Probing cities’ forgotten spaces

Former U adjunct professor’s latest film tracks urban exploration

Don M. Burrows

Melody Gilbert has followed code-named prospectors through abandoned mental institutions, deserted government properties and vacated trade schools. After probing the world’s urban landscapes, she brought back footage for the rest of us.

The University journalism professor turned documentary filmmaker unveils excerpts of her latest project, “Urban Explorers,” at a fundraising party Saturday. The film traces the growing number of those who interact with forsaken spaces – the buildings of yesteryear that have succumbed to dereliction.

“You just feel the people in those buildings,” Gilbert said. “The story is about the people who were in those buildings. These people (the explorers) pay attention to that, they document that.”

“Urban Explorers” is just one of the unique topics Gilbert has tackled since devoting herself fulltime to documentary work. Her 2003 film “Whole” examined those obsessed with becoming an amputee, even though they were physically healthy. This year, she released “A Life Without Pain,” which documented people whose medical conditions keep them from feeling pain.

As a journalist, these films might have required Gilbert to present a host of distracting information, from drudging medical information to admonitions from law enforcement lest anyone be inspired by trespassing explorers.

“(As a journalist) I was basically required to show and talk about both sides of any story,” Gilbert explains. “And for me, as much as I love journalism, there were times when I felt like I wanted to show one side of the story.”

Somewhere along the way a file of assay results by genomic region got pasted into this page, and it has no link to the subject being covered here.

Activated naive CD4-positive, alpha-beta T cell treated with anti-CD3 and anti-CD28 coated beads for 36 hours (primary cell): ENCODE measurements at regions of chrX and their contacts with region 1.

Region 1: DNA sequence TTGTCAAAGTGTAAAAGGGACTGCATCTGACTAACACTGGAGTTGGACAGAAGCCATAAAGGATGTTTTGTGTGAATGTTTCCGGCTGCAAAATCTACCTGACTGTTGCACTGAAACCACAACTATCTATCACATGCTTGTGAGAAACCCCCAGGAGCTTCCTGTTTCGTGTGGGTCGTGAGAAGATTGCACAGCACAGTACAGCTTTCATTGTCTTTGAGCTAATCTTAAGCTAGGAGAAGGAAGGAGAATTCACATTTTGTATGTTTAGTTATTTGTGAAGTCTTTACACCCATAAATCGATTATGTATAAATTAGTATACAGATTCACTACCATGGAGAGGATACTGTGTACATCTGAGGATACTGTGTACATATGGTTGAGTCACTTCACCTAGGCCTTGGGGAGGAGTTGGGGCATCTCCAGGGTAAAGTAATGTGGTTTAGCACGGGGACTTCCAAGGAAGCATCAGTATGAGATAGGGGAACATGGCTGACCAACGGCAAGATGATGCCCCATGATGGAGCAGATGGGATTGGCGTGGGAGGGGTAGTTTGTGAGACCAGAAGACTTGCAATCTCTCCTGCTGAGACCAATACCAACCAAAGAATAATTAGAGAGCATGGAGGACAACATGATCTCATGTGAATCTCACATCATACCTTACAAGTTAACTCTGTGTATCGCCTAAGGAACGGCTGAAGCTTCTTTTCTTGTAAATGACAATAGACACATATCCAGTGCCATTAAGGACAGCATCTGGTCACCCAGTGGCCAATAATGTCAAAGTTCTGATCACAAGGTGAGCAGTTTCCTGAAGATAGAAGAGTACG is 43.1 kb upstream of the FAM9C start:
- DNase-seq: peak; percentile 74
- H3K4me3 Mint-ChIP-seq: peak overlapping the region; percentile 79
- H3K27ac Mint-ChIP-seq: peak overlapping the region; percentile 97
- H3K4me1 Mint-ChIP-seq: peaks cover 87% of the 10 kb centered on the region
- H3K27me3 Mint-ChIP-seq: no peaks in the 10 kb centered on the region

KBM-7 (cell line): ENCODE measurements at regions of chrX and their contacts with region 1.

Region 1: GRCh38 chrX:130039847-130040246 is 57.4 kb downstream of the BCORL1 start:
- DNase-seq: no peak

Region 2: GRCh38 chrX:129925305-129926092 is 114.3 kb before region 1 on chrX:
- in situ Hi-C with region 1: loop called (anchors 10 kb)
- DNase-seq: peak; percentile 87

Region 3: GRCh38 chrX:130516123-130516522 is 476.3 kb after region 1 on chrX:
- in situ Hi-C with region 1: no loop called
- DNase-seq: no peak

In contrast, documentary work has been freeing.

“That’s been a wonderful transition for me,” she said. “To not have to think about that all the time and basically just let the people in the story just tell the story themselves.”

That approach has allowed Gilbert access to a story that promises to be compelling.

After attending an Urban Explorers conference in Glasgow, Scotland, with 25 said municipal pioneers, Gilbert was put in contact with explorers from around the world.

The group investigated an abandoned mental institution, where Gilbert found suitcases with names of the afflicted and the items they took with them.

At a trade school in Chicago, there were still lockers filled with uniforms and textbooks, left behind by a generation disenchanted in its promise.

“You just think, ‘What happened to these people? Did they become that or didn’t they?'” Gilbert said. “And how there’s no need anymore for trade schools – or how there’s less of a need for trade schools – it’s sort of a reflection of our whole society.”

Gilbert said stereotypes about Urban Explorers – who give themselves pseudonyms like “Max Action” or “Heartless” to keep their work and interaction anonymous – might be wrong.

“Their theory is, you go places, you leave nothing behind but footprints,” she said.

And their motivations might surprise some, too. As students of history, many are fascinated with exploring spaces of the recent past – spaces that a society once interacted with, but has chosen, for whatever reason, to discard.

Gilbert shared a quote from one explorer to that regard.

“‘I try to remember that I do this because I firmly believe that those who fail to learn from history are doomed to repeat it, and not solely for the rush of being someplace I’m not supposed to be,'” the prospector said. “‘The past is all around us and in it we can find knowledge, strength and guidance, if we just know where to look.’ “